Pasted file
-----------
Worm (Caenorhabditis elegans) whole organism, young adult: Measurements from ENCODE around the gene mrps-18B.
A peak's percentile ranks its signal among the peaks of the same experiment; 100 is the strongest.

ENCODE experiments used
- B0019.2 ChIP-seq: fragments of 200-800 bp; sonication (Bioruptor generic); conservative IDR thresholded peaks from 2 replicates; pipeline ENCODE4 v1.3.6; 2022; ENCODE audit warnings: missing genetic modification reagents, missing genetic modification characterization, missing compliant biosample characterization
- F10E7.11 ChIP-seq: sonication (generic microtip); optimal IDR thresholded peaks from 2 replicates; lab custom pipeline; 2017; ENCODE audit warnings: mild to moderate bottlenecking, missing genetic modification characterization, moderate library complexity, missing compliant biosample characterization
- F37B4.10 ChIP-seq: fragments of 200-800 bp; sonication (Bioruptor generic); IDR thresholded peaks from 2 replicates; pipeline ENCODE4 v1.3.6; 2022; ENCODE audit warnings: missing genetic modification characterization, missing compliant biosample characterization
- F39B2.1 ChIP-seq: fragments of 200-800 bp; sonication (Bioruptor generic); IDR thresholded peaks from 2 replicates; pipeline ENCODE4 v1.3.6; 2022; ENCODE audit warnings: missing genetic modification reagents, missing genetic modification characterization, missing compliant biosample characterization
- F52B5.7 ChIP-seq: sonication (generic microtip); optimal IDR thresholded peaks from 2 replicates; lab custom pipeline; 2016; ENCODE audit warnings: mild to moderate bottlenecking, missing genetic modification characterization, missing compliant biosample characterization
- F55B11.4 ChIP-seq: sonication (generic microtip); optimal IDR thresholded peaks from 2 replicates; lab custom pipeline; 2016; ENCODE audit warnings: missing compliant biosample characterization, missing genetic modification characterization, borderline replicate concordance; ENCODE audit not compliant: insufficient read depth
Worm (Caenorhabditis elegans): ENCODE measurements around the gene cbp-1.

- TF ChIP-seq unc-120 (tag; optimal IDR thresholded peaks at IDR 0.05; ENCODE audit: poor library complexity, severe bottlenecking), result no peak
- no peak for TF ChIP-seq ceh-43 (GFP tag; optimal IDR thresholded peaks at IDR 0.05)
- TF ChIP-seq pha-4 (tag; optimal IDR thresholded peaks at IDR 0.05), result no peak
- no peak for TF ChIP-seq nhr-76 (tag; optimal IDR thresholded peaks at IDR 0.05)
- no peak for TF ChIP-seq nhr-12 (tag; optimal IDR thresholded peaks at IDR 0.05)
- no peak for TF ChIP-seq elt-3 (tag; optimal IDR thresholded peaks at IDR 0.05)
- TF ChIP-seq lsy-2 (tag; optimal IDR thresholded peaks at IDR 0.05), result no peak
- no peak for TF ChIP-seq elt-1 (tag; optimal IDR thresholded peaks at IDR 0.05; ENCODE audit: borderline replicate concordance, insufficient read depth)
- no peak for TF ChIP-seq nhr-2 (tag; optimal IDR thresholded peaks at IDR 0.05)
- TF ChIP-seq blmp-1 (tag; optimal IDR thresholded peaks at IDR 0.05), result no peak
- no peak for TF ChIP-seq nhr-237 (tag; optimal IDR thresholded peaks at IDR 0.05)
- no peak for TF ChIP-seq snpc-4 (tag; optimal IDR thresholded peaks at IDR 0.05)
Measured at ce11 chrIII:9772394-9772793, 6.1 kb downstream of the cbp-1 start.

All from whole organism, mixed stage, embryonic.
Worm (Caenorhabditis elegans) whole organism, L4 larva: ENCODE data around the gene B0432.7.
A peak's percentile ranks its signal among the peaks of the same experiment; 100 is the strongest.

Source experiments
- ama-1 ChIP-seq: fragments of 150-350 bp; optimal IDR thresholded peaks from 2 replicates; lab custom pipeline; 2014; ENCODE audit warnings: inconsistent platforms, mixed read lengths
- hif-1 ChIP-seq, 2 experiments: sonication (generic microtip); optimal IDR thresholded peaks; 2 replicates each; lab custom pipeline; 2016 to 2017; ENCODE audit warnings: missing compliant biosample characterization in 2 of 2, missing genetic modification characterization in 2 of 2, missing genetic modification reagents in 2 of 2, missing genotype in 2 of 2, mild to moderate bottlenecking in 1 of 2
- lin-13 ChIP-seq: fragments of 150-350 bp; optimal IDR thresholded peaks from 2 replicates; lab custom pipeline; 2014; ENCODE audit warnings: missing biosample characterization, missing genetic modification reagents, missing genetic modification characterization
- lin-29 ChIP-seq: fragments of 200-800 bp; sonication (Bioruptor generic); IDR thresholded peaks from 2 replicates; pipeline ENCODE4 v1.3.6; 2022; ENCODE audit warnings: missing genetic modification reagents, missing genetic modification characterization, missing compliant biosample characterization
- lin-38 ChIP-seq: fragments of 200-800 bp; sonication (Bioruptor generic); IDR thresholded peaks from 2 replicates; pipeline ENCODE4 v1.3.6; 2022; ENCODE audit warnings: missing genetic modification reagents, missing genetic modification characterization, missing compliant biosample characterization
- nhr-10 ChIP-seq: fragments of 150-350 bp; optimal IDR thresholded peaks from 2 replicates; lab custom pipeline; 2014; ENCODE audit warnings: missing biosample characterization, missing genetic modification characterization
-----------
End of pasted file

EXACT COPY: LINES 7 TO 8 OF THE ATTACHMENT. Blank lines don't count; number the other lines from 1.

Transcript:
- F39B2.1 ChIP-seq: fragments of 200-800 bp; sonication (Bioruptor generic); IDR thresholded peaks from 2 replicates; pipeline ENCODE4 v1.3.6; 2022; ENCODE audit warnings: missing genetic modification reagents, missing genetic modification characterization, missing compliant biosample characterization
- F52B5.7 ChIP-seq: sonication (generic microtip); optimal IDR thresholded peaks from 2 replicates; lab custom pipeline; 2016; ENCODE audit warnings: mild to moderate bottlenecking, missing genetic modification characterization, missing compliant biosample characterization